That Time I Made Butter
I love to learn new things and I especially love learning new foodie things.
When I found Simon Dawson’s book called Make Your Own Butter at McNally Robinson, I instantly wanted to know: a) If it would really tell me how to make the butter I’ve come to know and love; b) Why I should even care about making butter; and c) If it would provide me with some unique ways to use butter.
In the age of speed, where we live on such time-unforgiving schedules, using speed-enhancing interventions for time-saving purposes, isn’t it all a bit much at times?
I grapple with my fast-paced lifestyle constantly; especially after living in Italy. There, things took time, but no one seemed to worry. Things also always seemed to turn out better with that extra little bit of time and patience.
What does butter have to do with all of this? Well, I decided that making butter was going to be my foray into adopting the principles of slow.
Butter: the simplest, most common, easily most beloved ingredient. It was about to get a slow makeover. After all, you only need one ingredient (cream) to make butter. How hard could it be?
As I would soon learn, making butter can be quite easy when given the right tools. Unfortunately, I had to churn my butter by hand, shaking a third of a cup of local 20% cream in a tiny glass jar. After two days, I finally created butter—a laughable amount of butter, but butter no less. Think the butter packet served with your roll when you have dinner at Swiss Chalet. Two days of near-constant devotion (a passion project, if you will) to create a single teaspoon of butter.
In a way, it was comical. In another way, it was sort of beautiful. It had taken me so many painstaking hours to create the simple dairy byproduct. Yet, as I rattled the clot of butter out of the jar, she was magnificent. I had done it. I made my own butter. I single-handedly crafted the pantry staple. Hard work or not, I was proud of my achievement.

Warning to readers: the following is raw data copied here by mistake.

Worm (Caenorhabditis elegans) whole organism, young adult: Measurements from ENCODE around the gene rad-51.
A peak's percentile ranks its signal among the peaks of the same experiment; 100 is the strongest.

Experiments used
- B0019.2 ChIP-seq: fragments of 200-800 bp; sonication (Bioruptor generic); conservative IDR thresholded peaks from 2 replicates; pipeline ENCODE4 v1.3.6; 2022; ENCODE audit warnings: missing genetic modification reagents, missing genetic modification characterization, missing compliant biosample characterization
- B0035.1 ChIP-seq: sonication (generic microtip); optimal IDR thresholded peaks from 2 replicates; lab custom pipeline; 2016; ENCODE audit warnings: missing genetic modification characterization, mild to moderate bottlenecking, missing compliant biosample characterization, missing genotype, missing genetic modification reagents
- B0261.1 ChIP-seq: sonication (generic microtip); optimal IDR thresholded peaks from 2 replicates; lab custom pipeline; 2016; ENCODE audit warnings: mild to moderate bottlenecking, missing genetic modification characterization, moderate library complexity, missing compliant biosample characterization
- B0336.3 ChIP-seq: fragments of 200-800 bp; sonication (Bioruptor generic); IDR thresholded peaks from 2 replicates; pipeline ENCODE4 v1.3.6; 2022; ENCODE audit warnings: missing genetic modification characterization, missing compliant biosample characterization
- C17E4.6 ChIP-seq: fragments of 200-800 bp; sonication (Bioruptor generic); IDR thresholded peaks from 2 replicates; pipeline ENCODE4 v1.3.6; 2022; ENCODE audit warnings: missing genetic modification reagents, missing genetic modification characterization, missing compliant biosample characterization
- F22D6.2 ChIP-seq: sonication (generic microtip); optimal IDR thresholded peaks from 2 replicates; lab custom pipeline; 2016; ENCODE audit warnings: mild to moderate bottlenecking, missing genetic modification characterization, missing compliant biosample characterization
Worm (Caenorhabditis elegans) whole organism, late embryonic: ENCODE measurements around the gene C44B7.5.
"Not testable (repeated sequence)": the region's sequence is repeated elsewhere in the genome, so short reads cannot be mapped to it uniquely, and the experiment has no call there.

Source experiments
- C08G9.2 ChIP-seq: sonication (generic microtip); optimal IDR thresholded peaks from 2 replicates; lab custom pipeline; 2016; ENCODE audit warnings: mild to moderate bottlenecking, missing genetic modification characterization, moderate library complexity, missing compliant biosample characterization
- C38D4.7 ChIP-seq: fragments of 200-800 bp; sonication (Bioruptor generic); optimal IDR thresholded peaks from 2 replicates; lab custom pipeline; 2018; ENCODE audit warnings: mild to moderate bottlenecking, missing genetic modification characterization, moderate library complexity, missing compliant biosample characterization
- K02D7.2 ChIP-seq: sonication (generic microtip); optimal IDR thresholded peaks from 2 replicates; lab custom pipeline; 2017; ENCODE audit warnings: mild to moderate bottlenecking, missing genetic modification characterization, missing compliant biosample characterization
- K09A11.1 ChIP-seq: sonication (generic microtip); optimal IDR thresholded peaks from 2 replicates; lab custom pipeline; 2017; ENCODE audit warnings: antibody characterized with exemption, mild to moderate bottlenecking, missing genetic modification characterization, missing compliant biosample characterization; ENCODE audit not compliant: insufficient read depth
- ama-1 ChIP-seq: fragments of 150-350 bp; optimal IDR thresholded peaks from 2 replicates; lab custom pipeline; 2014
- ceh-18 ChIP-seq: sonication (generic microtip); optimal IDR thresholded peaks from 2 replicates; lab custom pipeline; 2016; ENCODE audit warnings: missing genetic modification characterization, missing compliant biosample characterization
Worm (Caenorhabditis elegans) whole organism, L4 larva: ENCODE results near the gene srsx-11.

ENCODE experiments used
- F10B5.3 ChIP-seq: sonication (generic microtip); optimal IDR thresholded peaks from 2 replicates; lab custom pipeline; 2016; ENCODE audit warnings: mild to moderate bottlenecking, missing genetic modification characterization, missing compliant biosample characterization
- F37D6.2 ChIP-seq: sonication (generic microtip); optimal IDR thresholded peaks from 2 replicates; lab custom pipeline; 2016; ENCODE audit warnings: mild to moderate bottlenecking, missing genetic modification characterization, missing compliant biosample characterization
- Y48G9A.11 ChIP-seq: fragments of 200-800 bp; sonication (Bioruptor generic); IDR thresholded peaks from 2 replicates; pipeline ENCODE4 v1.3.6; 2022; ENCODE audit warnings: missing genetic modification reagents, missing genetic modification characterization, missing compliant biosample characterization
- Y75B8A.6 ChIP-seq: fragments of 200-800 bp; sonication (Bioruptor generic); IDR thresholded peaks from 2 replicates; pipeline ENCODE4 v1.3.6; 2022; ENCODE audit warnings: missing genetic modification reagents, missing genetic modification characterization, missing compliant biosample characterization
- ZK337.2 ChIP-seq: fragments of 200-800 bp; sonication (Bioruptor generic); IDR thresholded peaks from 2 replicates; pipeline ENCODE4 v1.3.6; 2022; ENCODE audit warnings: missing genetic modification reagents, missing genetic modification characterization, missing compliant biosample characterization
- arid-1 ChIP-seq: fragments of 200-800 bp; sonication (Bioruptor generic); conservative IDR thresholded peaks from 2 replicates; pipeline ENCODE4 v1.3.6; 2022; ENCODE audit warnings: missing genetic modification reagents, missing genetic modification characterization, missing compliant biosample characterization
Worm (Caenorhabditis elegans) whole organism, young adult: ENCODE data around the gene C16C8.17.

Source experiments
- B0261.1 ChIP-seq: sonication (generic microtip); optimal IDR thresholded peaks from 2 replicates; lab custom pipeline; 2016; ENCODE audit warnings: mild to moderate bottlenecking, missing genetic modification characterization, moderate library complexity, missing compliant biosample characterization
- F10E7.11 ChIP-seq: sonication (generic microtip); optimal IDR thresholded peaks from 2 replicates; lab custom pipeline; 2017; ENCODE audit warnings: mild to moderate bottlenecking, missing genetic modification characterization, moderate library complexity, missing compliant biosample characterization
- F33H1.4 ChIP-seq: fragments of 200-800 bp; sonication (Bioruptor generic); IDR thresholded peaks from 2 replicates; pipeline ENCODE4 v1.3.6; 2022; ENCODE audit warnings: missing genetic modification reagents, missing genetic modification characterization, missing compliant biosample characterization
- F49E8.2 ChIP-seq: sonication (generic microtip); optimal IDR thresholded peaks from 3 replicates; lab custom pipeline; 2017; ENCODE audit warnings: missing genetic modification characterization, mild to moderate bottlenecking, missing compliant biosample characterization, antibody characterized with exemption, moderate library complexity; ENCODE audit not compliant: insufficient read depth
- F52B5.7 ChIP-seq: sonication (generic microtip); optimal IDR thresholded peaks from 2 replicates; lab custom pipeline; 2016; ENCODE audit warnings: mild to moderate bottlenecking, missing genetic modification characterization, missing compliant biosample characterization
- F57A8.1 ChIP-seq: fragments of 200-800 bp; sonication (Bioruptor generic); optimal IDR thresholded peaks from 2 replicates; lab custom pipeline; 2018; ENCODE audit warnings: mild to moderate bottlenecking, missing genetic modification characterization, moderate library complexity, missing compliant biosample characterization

Though the next time I make butter, I’ll probably use a hand mixer to speed the process along, sometimes there's something beautiful about doing things the old-fashioned way. And despite the fact that I’d probably be fired at my butter churning post back in the day, churning butter present-day was quite fun.
I also learned a fair bit about the process and mechanics of butter-making. From which machine to use (hand or mixer, but never a food processor) to learning about how fat globules separate from cream, leaving butter and a remnant of buttermilk, there’s a fair amount of science involved in creating this dairy product.
Though my buttermilk didn’t come into play with this butter-making session, Dawson provided some interesting ways to use this byproduct. Beyond buttered bread, of course Dawson’s book also provided some pretty inventive ways to use butter… Hot buttered cocktails, anyone?
From taking a page from Cleopatra’s beauty routine and washing your face, to adding flavour and richness to your favourite pancake recipe, the options are endless!
Cliché as it is to say, homemade butter also actually does taste better. Anything made from scratch and worked by hand usually does. The passion transcends the medium, allowing you to taste the difference, to taste the integrity, and to taste the intended flavours of that thing.
I spread my butter on a beautiful bakery-made plain bagel and served it with a bowl of beef chili when all was said and done. It was bliss. It was love. It was art. It was homemade butter, churned by hand.
From a foodie standpoint, when I take the time to do something as simple as make salad dressing from scratch or jar garden pickles, I feel accountable and a new sort of understanding occurs from within. The process of creation is incredibly inspiring, often leading me towards another project.
At the end of the day, I think setting aside the time to create something from scratch and follow the principles of slow is poetic. Even if in our modern world time doesn’t always allow for slow everything, it’s important that we try to make an effort every now and again to steal back some time. It’s crucial to connect with the world around us in all aspects—even if it just means making our own butter.
Do you ever slow down and create from scratch? Does it fill your soul in ways you can’t describe? Share your experience below!